Laura Thompson is a local Nutritional Therapist, Acupuncturist and creator of the Healthy Gut Plan, offering advice on a range of health issues
Anyone who has suffered from migraines will be aware of just how debilitating they can be. Many sufferers will have no choice but to retreat to a dark, quiet room until it eases. Moreover sometimes migraine drugs can complicate things with ineffective results and sometimes unpleasant side affects. So are there any alternative treatments that can help?
Some sufferers will be aware that there are specific triggers which bring on an attack but for many it can be hard to pin down.
Often a major trigger can be diet related. Common food triggers are processed foods such as nitrates, monosodium glutamate and tartrazine, alcohol particularly red wine, chocolate and caffeine. Having a food intolerance test or keeping a food diary can help identify triggers.
Another common cause can be a deficiency in magnesium which is an essential mineral. Research has found that taking a Magnesium supplement can be useful in reducing attacks in some people.
Particularly in menstrual migraines; with menstrual migraines it can also be due to a drop in oestrogen also affecting women during the menopause.
Taking good care of the diet and the gut will be big factor in balancing hormones. Check with your doctor before taking Magnesium if you are on any prescribed medication or have other health conditions.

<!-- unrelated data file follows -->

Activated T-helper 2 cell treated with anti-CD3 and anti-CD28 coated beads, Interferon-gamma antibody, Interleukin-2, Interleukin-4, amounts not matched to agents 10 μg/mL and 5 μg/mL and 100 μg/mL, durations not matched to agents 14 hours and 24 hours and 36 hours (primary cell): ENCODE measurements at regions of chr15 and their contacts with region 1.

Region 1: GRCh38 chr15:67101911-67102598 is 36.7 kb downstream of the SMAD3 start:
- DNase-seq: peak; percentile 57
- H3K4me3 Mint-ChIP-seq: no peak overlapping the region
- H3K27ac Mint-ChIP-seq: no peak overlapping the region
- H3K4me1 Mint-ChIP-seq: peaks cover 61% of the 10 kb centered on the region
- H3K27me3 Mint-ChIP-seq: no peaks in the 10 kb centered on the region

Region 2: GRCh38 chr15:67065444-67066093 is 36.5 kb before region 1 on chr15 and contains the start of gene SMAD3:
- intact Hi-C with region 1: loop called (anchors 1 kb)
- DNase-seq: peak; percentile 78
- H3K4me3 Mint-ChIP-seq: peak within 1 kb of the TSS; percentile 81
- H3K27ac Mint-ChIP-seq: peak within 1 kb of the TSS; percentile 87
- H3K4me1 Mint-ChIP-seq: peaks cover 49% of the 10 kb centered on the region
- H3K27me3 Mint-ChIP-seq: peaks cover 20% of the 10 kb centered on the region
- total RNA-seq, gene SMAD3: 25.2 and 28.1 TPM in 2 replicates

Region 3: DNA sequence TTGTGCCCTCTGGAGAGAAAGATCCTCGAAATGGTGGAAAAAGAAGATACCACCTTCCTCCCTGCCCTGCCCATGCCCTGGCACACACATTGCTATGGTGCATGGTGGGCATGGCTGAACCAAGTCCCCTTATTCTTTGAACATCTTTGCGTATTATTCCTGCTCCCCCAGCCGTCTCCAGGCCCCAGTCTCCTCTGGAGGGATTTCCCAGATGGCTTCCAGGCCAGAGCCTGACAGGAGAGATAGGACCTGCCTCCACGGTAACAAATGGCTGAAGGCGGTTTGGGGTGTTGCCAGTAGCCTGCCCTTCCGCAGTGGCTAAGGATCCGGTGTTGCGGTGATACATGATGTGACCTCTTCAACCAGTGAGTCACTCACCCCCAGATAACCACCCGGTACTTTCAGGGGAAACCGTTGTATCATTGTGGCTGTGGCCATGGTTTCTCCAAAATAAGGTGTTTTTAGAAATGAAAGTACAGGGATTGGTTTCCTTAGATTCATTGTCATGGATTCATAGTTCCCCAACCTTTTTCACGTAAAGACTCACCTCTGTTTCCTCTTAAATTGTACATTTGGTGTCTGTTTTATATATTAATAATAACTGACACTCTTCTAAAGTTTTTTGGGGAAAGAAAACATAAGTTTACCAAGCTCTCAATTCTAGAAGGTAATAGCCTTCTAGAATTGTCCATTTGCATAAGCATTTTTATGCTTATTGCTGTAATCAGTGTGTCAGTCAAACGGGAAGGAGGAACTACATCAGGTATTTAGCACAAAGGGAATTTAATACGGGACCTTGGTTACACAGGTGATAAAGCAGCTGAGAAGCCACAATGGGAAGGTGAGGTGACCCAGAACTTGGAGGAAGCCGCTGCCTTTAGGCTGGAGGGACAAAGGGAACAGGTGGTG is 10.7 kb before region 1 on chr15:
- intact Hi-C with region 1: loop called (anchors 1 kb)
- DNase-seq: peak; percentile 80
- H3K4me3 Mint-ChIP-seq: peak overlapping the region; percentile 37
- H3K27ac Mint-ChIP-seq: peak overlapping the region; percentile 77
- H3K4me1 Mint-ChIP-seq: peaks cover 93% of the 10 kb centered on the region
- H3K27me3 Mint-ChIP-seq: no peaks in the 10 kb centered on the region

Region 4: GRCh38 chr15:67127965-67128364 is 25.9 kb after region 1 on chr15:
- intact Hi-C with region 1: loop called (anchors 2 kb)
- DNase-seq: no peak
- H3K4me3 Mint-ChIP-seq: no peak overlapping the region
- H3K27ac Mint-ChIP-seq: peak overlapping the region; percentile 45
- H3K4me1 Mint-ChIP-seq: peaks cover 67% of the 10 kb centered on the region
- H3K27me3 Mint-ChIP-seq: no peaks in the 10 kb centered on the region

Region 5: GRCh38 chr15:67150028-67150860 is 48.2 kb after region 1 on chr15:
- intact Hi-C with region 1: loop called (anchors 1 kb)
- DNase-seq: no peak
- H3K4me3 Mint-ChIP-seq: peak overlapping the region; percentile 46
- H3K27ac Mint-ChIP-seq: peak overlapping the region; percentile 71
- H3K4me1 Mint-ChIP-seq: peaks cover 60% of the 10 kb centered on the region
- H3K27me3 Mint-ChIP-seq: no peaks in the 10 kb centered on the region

Another supplement that can be of help is Vitamin B. B vitamins are water soluble which means that any excess levels are excreted through the urine and not stored in the body. B vitamins are also good for alleviating stress and help to regulate metabolism.
Dehydration is another cause of migraine. Drinking water at regular intervals throughout the day will keep you sufficiently hydrated.
Falling blood sugar levels can also be a factor. Try to avoid sugary snacks and eat at regular intervals.
Including a small amount of protein with your carbohydrates will slow down the release of sugars into your blood, helping to keep them stable. Likewise a small amount of cinnamon will keep sugar levels stable.
Sleeping too much or too little can also be a trigger. Try to get seven or eight hours daily. Don’t over sleep.
Some therapies such as acupuncture have had some really positive results. Massage is also very useful as tense neck and shoulder muscles can cause attacks. It is also great for stress.
Obesity is another factor so try and maintain a healthy body weight. Exercise but don’t over do it either.
Peppermint oil applied to the temples and forehead can ease the pain, nausea and light sensitivity.
Ginger has long been associated with treating motion sickness and nausea and a ginger tea will help.
Finally, a word of caution: always consult your doctor before trying any treatment stratigies.
Migraine Awareness Week takes place from September 1 to 7. See www.migraine.ie for more information.